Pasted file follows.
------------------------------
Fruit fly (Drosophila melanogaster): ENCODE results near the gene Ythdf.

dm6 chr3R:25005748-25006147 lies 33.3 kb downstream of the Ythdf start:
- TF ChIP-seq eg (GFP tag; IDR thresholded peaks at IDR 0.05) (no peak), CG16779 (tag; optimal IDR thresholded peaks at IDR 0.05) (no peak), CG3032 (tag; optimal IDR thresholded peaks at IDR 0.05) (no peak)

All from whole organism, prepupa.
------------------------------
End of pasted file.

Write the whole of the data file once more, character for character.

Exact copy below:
Fruit fly (Drosophila melanogaster): ENCODE results near the gene Ythdf.

dm6 chr3R:25005748-25006147 lies 33.3 kb downstream of the Ythdf start:
- TF ChIP-seq eg (GFP tag; IDR thresholded peaks at IDR 0.05) (no peak), CG16779 (tag; optimal IDR thresholded peaks at IDR 0.05) (no peak), CG3032 (tag; optimal IDR thresholded peaks at IDR 0.05) (no peak)

All from whole organism, prepupa.